"I am not discouraged, because every wrong attempt discarded is another step forward." Thomas Edison
Besides the line giving us a linear direction or path of force, it also tells us how much force is being applied upon it. This is extremely important because the force applied upon the line will be a previous directional force. That previous directional force dictates how strong the applied force is.
These concepts are proven to us in everyday reality through physics. If these lines were roads, you would obviously be able to drive your car through a straightaway faster than you would through a curve. The tighter a curve is, the more you have to decelerate to drive through it. When driving through the curve, the place where you would feel the most amount of force would be at its apex. The force would diminish as you pulled out of it, allowing you to gain speed. Let's look at this in line.
The drawing above presents us with a line that starts with much speed (by its straightness) and then slows through the curve. We also see that the line shows us a mass that is bottom heavy because of where the apex of the curve is located on the line. The attitude or direction of the mass is pushing in the direction of the grey arrow on the right, which represents applied force. Now, if we look at both of the arrows, we get a sense of purpose from the line that takes the mass down and to the left and then directs us to the right.
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In talking about the amount of force being applied upon a line, we can use the analogy of a flexible metal bar. The curvature of a line tells us how much force it is revealing to us. The line on the left is stretched between two points and shows us speed. The line on the far right has the most amount of force applied to it because of how strong its curvature is. In animation terms, it is "squashed," which tells us that there is force pushing on it f rom above and below. The mass being pushed on is thrusting out, shown to us by the curve. This curved directional force is also slower than the first force.
Curved lines are more forceful than straights since they clearly show us directional and applied forces.
Here is a clear example of applied force. Look at how strongly it is pushing up into the hip. I also described the rhythm of the right leg shooting up into that hip.
I want you to see the differences between the effects of straight lines versus curved ones.
1. Here is a forceful drawing with strong curves that move us through the model.
2. Look at what happens to energy when the f igure is drawn with only straight lines. There is no forceful power. The drawing seems to be more about angles.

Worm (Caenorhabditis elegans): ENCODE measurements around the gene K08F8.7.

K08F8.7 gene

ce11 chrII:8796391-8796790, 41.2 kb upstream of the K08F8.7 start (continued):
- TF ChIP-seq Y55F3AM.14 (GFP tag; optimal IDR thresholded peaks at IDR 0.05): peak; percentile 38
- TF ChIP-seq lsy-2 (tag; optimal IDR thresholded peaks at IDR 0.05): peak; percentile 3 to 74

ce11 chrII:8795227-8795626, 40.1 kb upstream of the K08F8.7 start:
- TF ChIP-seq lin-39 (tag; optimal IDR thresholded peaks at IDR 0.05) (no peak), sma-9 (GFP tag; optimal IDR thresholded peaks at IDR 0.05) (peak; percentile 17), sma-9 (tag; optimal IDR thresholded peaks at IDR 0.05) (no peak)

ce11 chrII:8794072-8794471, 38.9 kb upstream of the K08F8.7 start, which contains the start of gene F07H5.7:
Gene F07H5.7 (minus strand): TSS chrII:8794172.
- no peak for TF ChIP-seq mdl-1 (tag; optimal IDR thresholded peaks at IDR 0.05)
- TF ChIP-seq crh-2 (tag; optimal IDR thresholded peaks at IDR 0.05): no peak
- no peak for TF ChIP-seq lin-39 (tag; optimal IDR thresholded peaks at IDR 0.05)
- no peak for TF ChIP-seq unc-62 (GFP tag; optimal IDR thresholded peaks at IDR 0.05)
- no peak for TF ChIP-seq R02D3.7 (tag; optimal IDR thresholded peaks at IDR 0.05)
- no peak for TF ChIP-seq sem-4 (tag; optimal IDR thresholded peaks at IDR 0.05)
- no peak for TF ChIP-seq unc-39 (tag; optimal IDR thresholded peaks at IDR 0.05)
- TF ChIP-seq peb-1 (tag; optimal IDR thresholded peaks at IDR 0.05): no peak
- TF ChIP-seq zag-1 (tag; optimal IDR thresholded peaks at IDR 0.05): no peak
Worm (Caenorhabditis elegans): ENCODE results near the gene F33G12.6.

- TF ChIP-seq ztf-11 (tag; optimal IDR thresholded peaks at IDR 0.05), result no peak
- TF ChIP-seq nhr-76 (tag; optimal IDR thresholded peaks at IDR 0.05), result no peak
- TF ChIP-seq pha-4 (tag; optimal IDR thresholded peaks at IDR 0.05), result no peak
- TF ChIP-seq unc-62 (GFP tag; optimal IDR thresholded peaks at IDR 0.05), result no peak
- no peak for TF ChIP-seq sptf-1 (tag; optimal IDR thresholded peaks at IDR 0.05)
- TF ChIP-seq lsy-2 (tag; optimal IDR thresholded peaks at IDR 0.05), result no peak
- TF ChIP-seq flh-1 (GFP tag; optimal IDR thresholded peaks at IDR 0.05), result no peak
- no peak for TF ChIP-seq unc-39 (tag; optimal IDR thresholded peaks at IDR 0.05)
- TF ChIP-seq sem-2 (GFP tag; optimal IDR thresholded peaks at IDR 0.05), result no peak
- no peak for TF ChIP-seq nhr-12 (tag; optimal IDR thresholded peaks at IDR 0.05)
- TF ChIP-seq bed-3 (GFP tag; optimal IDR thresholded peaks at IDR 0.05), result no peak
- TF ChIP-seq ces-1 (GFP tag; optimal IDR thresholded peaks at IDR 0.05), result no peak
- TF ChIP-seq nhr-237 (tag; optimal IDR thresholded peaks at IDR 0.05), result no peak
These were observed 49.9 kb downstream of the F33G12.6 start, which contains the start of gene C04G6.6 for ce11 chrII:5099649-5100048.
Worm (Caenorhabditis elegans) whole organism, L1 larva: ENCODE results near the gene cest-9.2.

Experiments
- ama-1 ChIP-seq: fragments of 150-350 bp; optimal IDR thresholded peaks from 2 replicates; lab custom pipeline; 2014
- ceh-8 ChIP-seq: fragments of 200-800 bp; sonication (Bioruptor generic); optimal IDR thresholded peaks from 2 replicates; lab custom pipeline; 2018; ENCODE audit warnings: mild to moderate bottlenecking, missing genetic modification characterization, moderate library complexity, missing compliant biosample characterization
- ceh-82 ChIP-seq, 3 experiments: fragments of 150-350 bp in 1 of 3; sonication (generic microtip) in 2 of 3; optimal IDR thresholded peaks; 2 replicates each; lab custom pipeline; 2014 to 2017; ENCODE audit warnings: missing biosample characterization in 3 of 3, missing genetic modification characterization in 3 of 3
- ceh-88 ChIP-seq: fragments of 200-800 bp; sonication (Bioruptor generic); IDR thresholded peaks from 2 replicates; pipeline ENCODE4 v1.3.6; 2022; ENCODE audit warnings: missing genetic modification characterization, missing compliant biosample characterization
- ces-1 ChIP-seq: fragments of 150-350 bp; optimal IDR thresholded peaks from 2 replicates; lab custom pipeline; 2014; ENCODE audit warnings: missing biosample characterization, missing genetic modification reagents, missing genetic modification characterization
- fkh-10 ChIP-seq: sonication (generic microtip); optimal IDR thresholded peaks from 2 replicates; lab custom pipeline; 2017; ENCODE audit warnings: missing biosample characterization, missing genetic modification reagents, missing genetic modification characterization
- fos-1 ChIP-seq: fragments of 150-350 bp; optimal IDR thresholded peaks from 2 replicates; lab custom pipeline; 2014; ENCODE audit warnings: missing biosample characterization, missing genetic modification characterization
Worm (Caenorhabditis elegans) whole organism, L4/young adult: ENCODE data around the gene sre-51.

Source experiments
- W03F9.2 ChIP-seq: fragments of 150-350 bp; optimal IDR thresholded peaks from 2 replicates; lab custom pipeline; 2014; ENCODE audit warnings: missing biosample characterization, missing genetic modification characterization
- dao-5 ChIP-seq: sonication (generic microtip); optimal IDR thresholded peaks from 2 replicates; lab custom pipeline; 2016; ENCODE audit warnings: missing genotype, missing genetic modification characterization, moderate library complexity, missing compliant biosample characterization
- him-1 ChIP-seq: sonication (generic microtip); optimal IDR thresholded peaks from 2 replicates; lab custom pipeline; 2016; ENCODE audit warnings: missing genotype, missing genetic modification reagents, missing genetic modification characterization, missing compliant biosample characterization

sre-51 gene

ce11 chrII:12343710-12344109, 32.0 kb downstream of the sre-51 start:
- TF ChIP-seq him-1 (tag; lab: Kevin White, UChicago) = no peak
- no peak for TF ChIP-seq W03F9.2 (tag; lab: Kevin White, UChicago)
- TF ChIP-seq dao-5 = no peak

a. The leading edge
The leading edge is the edge of the body that leads a motion. This is where the largest amount of applied force can be found. A past force that directs itself to this moment in the body creates it. To help students understand this idea, I describe it as the bow of a ship or a catch of force. A simple way of f inding this is to watch the model go through a movement. The direction of his or her motion gives you the answers.
In these drawings, see how the leading edge is the ribcage. In drawing 1. the ribcage directs us to the left, as the head looks right. The model's upper body turns in the direction of the head in drawing 2. When it does everything follows it. The arrow from 2, through 4. represents the direction of applied force that creates the strengthened curve of the ribcage.
This was an adventurous and daring motion. The model executed a backward roll on the platform! At 1. the leading edge is her upper back. It initiates the drive down to the platform. At 2. her legs become the leading edge. They help continue the momentum over her upper body and get us into 3. Here her right knee brings us down to the platform and the ribcage shows what direction (from left to right) she rolls in. Then finally in 4. her upper back returns her to the seated position.
The following drawings are the model standing still. Nonetheless, we want to see movement. Pay attention to he or she getting into the pose to help recognize the leading edge of applied force. The repetitive lines in some of the drawings show also the direction the model would have moved in. I have drawn thumbnails to show you what my approach was on these poses. Enjoy the energy.
The model here takes an aggressive counter clockwise rotation. His left leg is the brace for this motion. Applied force is constantly pushing against the directional curve.
I love the upward rotational thrust into her ribcage. The applied force found here originates in the hips. This drawing is a large thumbnail since it is at its first stage.
It is obvious here how much applied force there is in the model's shoulders. See the strength of the curve. Here is our cotch or ship's bow from oil of the force she is using to pull bock on the rope.
In the first holf of this chapter, we discussed directional and applied force. Now we will see how the union of the two creates rhythm and harmony.